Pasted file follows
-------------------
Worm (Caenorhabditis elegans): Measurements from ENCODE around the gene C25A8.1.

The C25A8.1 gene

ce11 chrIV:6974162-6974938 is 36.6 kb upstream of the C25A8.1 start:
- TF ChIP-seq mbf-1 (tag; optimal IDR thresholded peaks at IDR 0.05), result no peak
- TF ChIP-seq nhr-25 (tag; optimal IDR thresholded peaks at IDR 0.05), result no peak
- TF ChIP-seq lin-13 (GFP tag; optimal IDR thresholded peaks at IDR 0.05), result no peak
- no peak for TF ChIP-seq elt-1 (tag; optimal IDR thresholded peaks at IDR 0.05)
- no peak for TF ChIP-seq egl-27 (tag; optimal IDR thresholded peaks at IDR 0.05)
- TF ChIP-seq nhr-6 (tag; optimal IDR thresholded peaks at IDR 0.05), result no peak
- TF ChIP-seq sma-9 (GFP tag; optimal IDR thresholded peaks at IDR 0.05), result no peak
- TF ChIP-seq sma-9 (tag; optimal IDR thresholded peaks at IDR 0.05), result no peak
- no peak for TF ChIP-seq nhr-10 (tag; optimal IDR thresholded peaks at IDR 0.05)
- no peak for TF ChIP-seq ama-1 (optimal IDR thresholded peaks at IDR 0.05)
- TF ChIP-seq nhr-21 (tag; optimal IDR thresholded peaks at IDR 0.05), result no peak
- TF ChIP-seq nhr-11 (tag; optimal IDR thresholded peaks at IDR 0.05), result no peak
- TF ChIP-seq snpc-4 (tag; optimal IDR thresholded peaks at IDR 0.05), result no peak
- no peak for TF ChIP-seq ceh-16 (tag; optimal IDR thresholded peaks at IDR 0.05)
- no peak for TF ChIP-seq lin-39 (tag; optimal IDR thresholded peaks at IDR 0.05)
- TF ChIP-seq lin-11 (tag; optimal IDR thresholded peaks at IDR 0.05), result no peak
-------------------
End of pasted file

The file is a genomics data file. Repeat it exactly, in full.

Worm (Caenorhabditis elegans): Measurements from ENCODE around the gene C25A8.1.

The C25A8.1 gene

ce11 chrIV:6974162-6974938 is 36.6 kb upstream of the C25A8.1 start:
- TF ChIP-seq mbf-1 (tag; optimal IDR thresholded peaks at IDR 0.05), result no peak
- TF ChIP-seq nhr-25 (tag; optimal IDR thresholded peaks at IDR 0.05), result no peak
- TF ChIP-seq lin-13 (GFP tag; optimal IDR thresholded peaks at IDR 0.05), result no peak
- no peak for TF ChIP-seq elt-1 (tag; optimal IDR thresholded peaks at IDR 0.05)
- no peak for TF ChIP-seq egl-27 (tag; optimal IDR thresholded peaks at IDR 0.05)
- TF ChIP-seq nhr-6 (tag; optimal IDR thresholded peaks at IDR 0.05), result no peak
- TF ChIP-seq sma-9 (GFP tag; optimal IDR thresholded peaks at IDR 0.05), result no peak
- TF ChIP-seq sma-9 (tag; optimal IDR thresholded peaks at IDR 0.05), result no peak
- no peak for TF ChIP-seq nhr-10 (tag; optimal IDR thresholded peaks at IDR 0.05)
- no peak for TF ChIP-seq ama-1 (optimal IDR thresholded peaks at IDR 0.05)
- TF ChIP-seq nhr-21 (tag; optimal IDR thresholded peaks at IDR 0.05), result no peak
- TF ChIP-seq nhr-11 (tag; optimal IDR thresholded peaks at IDR 0.05), result no peak
- TF ChIP-seq snpc-4 (tag; optimal IDR thresholded peaks at IDR 0.05), result no peak
- no peak for TF ChIP-seq ceh-16 (tag; optimal IDR thresholded peaks at IDR 0.05)
- no peak for TF ChIP-seq lin-39 (tag; optimal IDR thresholded peaks at IDR 0.05)
- TF ChIP-seq lin-11 (tag; optimal IDR thresholded peaks at IDR 0.05), result no peak